Study Tracks Cancer Rates in South Carolina

Charleston, SC—The South Carolina Cancer Registry, a collaborative project between the CDC and the S.C. Department of Health and Environmental Control, is expected to release a 10-year study tracking cancer trends later this month.

The registry, which was formed 15 years ago, is completing its study of cancer rates, deaths and survivals from 1996—2005. The study also detected a cluster of mesothelioma cases in the Rosemont community in North Charleston.

Mesothelioma, a rare but aggressive cancer which most commonly affects the pleura surrounding the lungs, is linked to asbestos exposure. Since asbestos was widely used in the shipbuilding industry during the two world wars, Navy personnel or shipyard workers are especially at risk for this type of cancer.

Asbestos is a naturally occurring mineral that is lightweight and extremely resistant to heat, fire, electricity and other chemical and environmental damage. It is easily woven into fabric or incorporated into building materials, like spray-on insulation. Yet when it is disturbed through manufacture or installation, the mineral releases microscopic fibers into the air. Without proper precautions, workers can breathe in these fibers; they then become lodged in the lungs and other organs.

Of the 19 people diagnosed with mesothelioma in the Charleston area in 1996-1997, 12 reportedly worked in naval shipyards.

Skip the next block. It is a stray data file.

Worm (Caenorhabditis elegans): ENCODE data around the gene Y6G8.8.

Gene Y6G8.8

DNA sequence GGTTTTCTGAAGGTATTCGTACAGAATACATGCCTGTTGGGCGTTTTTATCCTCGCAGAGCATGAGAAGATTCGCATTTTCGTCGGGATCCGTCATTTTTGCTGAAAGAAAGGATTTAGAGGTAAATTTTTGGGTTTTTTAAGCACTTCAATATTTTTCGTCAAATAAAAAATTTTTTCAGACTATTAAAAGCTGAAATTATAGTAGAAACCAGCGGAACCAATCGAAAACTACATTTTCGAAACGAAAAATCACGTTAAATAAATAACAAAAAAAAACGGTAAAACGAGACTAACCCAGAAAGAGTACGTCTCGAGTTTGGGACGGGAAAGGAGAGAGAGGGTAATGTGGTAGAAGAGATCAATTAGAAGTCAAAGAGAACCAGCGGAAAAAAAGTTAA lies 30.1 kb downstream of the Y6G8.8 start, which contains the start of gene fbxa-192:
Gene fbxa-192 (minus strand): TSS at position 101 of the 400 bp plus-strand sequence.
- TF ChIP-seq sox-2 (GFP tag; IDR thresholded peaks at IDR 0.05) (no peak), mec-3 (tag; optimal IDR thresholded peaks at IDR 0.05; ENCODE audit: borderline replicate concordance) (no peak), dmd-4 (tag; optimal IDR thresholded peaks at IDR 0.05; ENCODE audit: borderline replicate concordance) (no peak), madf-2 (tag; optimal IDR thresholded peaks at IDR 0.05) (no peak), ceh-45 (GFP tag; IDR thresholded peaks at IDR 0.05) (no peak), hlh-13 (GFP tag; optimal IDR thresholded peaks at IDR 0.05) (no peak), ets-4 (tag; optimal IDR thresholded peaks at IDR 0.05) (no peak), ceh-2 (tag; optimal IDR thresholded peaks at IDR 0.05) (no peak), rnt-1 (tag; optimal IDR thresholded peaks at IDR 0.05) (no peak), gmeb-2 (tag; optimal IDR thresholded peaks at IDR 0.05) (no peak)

This trend is in keeping with other studies’ findings, which show an unusually high rate of mesothelioma cases along the U.S. East Coast, where shipyards and Naval bases are concentrated.

In the cancer study conducted by the South Carolina registry, statistics indicated that just over 80 new cases of lung and bronchus cancer would have been expected. Instead, 130 cases were diagnosed during the period of the study. And although, again according to statistics, 66 people should have died from these cancers, there were over 100 fatalities.

Mesothelioma is particularly egregious because it has a long latency period, often not manifesting symptoms until years or even decades after the initial exposure to asbestos. Even when symptoms do appear, they can mimic the symptoms of other, more common illnesses, such as colds and flu or pneumonia. Although mesothelioma, like most cancers, is more easily treatable if detected early, it’s often not diagnosed until the late stages, at which point patients have a very short life expectancy.